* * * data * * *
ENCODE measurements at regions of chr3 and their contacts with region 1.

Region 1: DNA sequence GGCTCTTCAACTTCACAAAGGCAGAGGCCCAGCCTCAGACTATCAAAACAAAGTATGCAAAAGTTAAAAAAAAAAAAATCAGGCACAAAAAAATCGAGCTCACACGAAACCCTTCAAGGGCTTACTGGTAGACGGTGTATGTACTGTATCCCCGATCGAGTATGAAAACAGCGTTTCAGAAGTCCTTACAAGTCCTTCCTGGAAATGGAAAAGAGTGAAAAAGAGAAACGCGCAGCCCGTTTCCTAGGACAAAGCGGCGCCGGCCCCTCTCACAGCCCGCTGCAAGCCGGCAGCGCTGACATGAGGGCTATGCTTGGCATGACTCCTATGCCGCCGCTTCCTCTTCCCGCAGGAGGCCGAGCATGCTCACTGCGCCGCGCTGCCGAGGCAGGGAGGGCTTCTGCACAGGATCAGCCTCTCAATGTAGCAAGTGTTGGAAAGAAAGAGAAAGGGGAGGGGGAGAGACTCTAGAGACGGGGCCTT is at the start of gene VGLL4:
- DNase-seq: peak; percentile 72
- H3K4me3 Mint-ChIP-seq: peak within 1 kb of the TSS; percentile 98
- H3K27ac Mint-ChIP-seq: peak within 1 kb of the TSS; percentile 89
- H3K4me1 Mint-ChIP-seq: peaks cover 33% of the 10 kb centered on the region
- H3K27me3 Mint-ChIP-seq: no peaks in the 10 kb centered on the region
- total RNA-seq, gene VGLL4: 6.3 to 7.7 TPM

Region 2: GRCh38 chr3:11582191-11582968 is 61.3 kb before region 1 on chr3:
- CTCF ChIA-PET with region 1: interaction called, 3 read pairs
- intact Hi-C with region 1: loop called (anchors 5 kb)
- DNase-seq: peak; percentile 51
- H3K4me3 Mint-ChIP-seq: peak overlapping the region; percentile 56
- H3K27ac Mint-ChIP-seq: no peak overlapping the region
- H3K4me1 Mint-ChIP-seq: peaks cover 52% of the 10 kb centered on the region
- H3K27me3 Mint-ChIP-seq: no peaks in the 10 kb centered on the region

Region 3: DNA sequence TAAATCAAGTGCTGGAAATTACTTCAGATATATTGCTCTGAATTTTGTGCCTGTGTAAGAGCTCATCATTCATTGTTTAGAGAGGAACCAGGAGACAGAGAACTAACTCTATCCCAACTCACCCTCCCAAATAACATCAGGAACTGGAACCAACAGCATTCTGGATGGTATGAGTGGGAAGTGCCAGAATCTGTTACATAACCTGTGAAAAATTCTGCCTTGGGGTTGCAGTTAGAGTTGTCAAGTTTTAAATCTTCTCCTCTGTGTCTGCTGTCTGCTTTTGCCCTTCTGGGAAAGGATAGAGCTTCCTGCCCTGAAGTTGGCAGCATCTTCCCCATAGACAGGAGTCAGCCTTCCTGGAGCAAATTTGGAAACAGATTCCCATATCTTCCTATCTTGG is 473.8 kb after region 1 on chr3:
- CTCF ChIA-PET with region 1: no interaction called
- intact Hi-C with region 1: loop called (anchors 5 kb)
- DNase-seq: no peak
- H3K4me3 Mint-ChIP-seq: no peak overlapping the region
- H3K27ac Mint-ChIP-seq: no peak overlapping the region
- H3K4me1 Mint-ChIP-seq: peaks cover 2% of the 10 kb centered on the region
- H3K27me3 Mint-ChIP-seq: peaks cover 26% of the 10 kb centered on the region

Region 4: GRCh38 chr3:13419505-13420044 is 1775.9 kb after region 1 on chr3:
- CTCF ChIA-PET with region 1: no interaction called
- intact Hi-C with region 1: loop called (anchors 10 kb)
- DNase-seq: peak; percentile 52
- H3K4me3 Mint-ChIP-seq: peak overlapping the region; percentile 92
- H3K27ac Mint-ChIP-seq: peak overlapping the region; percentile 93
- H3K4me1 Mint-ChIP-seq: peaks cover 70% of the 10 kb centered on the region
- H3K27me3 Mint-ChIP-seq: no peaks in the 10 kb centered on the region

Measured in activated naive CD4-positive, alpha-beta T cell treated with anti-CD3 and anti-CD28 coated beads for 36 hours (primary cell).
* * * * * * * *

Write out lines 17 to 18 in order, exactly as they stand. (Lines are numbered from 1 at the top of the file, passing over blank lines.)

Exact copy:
Region 3: DNA sequence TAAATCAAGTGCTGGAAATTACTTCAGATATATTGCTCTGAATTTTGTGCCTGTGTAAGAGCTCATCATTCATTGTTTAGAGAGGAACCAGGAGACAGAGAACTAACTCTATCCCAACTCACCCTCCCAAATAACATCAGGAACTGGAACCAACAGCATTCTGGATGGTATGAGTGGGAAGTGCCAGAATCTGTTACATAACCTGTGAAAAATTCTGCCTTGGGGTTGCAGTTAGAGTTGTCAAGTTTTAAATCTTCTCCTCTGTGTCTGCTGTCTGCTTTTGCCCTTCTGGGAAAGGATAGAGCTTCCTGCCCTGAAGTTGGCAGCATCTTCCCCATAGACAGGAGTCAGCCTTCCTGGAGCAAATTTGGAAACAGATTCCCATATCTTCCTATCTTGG is 473.8 kb after region 1 on chr3:
- CTCF ChIA-PET with region 1: no interaction called